By THE SUNDAY NATION, AGENCIES
Pruet Boobphakam, the president of Thailand Elite, a government agency tasked with running the “exclusive” visa scheme, told the Press Association that Britain’s divorce from the EU was a chance to strengthen ties between the two countries.
“I think that Brexit will give us an opportunity to even open more, or to introduce Thailand even on a broader scale,” he said.
“You can live in Thailand for up to 20 years if you’d like to. Therefore it would be a good opportunity for both countries, in terms of UK people and the Thai people,” Pruet was quoted in www.belfasttelegraph.co.uk on Friday.
However, the website said the offer of Thailand’s 20-year residence programme, which was originally launched in 2003, does not come cheap, costing US$600 (Bt20,775) a year, on top of a $60,000 fee, although promoters say the low cost of living can help make up for the bill.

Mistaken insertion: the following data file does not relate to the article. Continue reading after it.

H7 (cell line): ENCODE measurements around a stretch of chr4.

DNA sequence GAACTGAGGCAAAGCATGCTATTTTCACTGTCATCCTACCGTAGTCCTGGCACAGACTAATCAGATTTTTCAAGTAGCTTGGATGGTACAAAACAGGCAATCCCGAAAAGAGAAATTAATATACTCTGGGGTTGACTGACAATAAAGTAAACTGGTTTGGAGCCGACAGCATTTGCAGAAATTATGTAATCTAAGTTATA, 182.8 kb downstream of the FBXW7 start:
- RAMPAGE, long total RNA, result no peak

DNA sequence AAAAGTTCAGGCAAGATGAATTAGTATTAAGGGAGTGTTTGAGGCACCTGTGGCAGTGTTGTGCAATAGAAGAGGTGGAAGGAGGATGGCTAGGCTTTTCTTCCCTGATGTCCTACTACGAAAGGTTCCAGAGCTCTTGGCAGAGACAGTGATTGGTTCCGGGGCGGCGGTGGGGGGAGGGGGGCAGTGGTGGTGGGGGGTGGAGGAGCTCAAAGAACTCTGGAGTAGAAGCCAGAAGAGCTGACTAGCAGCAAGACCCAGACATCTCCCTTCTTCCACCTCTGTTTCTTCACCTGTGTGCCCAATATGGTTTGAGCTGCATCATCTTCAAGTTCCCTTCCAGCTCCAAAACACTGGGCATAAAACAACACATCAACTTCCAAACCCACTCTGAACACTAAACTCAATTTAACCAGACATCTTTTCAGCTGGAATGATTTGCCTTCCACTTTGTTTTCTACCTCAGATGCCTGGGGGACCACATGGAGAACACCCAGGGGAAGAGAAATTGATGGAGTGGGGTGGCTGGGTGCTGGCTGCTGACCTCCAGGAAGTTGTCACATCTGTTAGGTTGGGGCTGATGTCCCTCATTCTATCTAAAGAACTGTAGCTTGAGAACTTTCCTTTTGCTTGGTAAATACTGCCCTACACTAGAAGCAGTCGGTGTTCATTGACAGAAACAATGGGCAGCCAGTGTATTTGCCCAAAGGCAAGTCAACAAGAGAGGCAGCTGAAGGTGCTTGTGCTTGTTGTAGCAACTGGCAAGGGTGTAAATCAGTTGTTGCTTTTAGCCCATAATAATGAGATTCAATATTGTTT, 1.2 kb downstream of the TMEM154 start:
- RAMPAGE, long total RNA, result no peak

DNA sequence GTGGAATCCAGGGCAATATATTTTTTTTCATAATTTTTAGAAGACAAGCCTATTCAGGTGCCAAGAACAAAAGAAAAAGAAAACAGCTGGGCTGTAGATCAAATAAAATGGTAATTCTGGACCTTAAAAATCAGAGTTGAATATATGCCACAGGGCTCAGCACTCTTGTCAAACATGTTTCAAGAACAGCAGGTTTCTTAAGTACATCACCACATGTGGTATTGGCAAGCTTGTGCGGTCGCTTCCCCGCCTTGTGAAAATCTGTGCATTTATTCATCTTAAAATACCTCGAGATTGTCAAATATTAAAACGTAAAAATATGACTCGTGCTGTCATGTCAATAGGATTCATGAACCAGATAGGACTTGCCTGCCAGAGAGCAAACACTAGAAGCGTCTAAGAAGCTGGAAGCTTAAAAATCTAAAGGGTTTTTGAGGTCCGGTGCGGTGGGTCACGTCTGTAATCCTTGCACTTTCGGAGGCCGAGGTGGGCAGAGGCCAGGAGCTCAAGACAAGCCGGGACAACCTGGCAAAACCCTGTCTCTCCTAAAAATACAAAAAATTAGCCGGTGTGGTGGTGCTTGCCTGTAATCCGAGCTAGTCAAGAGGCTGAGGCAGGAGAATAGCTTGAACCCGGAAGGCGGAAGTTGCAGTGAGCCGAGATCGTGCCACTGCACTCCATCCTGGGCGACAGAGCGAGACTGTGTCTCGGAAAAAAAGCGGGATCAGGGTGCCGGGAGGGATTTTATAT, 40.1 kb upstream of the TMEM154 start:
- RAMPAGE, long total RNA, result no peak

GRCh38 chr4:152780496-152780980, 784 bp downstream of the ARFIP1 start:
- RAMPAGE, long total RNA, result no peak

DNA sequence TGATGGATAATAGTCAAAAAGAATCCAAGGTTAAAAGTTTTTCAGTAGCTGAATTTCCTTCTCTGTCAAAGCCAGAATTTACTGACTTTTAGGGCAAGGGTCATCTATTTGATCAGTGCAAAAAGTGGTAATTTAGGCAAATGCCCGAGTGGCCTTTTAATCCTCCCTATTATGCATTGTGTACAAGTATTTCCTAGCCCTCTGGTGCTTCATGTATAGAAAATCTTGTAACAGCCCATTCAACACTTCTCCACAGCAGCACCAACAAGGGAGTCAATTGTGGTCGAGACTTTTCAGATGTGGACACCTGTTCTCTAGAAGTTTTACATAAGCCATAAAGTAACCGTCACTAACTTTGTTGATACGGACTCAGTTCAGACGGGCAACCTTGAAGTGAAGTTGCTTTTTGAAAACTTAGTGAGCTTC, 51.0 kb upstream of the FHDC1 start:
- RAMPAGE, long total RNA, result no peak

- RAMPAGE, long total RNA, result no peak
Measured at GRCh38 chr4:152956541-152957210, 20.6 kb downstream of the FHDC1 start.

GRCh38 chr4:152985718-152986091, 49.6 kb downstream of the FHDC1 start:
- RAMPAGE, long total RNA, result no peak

It also offers 10-year residence for around $30,000, with perks like VIP transport services and annual health checks at a private hospital, as well as a five-year option for $15,000.
Juerg Steffen, group chief operating officer at Henley & Partners, an international residence and citizenship advisory firm that promotes the programme, said visa schemes like Thailand’s were providing a clarity amid Brexit uncertainty.
“If you would like to retire today somewhere abroad as a UK citizen, then suddenly because of Brexit it’s not as clear that you can do that,” Steffen said.
“You have to wait for the next two years to see if you can settle in the EU. But with Thailand it is clear,” he said.